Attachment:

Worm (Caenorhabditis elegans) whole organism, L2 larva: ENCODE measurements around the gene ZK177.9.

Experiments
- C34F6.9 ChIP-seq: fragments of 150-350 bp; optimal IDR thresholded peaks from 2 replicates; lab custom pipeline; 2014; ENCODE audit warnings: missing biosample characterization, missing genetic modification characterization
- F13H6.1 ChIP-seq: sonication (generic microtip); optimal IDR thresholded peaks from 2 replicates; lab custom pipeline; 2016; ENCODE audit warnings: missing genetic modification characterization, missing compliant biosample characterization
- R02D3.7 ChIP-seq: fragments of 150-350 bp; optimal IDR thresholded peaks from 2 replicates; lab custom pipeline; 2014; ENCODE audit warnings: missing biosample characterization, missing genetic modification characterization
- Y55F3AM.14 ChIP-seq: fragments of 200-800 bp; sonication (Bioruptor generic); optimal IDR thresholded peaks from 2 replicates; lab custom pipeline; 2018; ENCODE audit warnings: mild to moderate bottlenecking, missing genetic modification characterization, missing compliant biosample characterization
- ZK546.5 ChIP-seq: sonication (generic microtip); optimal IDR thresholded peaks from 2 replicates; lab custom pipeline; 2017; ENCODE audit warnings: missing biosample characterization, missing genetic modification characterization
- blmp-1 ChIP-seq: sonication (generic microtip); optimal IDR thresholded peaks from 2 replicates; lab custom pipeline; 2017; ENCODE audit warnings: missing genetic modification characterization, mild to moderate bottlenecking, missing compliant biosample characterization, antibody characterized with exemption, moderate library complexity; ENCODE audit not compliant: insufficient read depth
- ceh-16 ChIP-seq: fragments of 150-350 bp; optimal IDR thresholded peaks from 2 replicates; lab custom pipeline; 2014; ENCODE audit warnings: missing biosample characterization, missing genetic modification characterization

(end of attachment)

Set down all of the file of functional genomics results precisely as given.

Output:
Worm (Caenorhabditis elegans) whole organism, L2 larva: ENCODE measurements around the gene ZK177.9.

Experiments
- C34F6.9 ChIP-seq: fragments of 150-350 bp; optimal IDR thresholded peaks from 2 replicates; lab custom pipeline; 2014; ENCODE audit warnings: missing biosample characterization, missing genetic modification characterization
- F13H6.1 ChIP-seq: sonication (generic microtip); optimal IDR thresholded peaks from 2 replicates; lab custom pipeline; 2016; ENCODE audit warnings: missing genetic modification characterization, missing compliant biosample characterization
- R02D3.7 ChIP-seq: fragments of 150-350 bp; optimal IDR thresholded peaks from 2 replicates; lab custom pipeline; 2014; ENCODE audit warnings: missing biosample characterization, missing genetic modification characterization
- Y55F3AM.14 ChIP-seq: fragments of 200-800 bp; sonication (Bioruptor generic); optimal IDR thresholded peaks from 2 replicates; lab custom pipeline; 2018; ENCODE audit warnings: mild to moderate bottlenecking, missing genetic modification characterization, missing compliant biosample characterization
- ZK546.5 ChIP-seq: sonication (generic microtip); optimal IDR thresholded peaks from 2 replicates; lab custom pipeline; 2017; ENCODE audit warnings: missing biosample characterization, missing genetic modification characterization
- blmp-1 ChIP-seq: sonication (generic microtip); optimal IDR thresholded peaks from 2 replicates; lab custom pipeline; 2017; ENCODE audit warnings: missing genetic modification characterization, mild to moderate bottlenecking, missing compliant biosample characterization, antibody characterized with exemption, moderate library complexity; ENCODE audit not compliant: insufficient read depth
- ceh-16 ChIP-seq: fragments of 150-350 bp; optimal IDR thresholded peaks from 2 replicates; lab custom pipeline; 2014; ENCODE audit warnings: missing biosample characterization, missing genetic modification characterization